Sublimation is a quick and fairly simple way to create beautiful, personalized items out of blank substrates. However, this process can easily go wrong if the directions aren’t followed carefully. I’ve compiled a list of some the most common sublimation mistakes customers make in order to help you avoid making these same blunders.
Since I’ve been here at Coastal I think that one of the most frequent questions I’m asked is “Which sublimation printer is right for me – Epson or Ricoh?” Well, I thought I’d share my experiences with all those curious entrepreneurs out there.
For starters, you’ll need to gauge how much business you do in a month or year and how fast your production times need to be. Neither Epson or Ricoh printers were ever manufactured for sublimation; the ink originally made for Epson is actually specialized for printing photography. Epson’s prepackaged ink is very highly regarded in the fact that is it smudge and fade resistant. Most Epson printers come standard with six to eight printer cartridges, so by having the additional light cyan and light magenta you’re getting a wider color gamut and noticeably better tonal qualities in your photographs. As far as sublimation goes, when looking at the same finished product done on both systems it may be hard to tell the difference with the naked eye. Continue reading “Epson vs. Ricoh & the Wonderful World of Sublimation”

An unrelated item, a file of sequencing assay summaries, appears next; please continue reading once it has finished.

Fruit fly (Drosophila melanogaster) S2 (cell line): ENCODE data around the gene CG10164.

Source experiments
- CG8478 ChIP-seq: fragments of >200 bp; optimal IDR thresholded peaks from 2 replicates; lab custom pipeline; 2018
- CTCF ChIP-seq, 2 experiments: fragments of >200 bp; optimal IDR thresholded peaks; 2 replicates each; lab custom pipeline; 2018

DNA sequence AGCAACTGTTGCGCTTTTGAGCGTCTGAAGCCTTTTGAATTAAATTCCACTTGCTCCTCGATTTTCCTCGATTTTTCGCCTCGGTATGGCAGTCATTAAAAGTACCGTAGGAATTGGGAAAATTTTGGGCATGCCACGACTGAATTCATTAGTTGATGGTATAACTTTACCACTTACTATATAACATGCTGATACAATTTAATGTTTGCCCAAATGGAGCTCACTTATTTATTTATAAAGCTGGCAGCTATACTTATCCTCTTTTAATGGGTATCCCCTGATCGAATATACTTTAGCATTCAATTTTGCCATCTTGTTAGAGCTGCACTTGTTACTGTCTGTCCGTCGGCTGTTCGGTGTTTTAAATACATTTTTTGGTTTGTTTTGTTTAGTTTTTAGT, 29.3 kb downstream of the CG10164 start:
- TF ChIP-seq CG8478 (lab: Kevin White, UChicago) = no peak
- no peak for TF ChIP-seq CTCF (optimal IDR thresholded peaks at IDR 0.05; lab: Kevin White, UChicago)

Wide format sublimation is defined by using any printer that is 42” and wider. Small Format is considered any printer that is smaller than 42”. Digital sublimation printing and transfer is the same whether you use small format or wide format printers to make your transfers. You can still print the huge myriad of substrates with either process.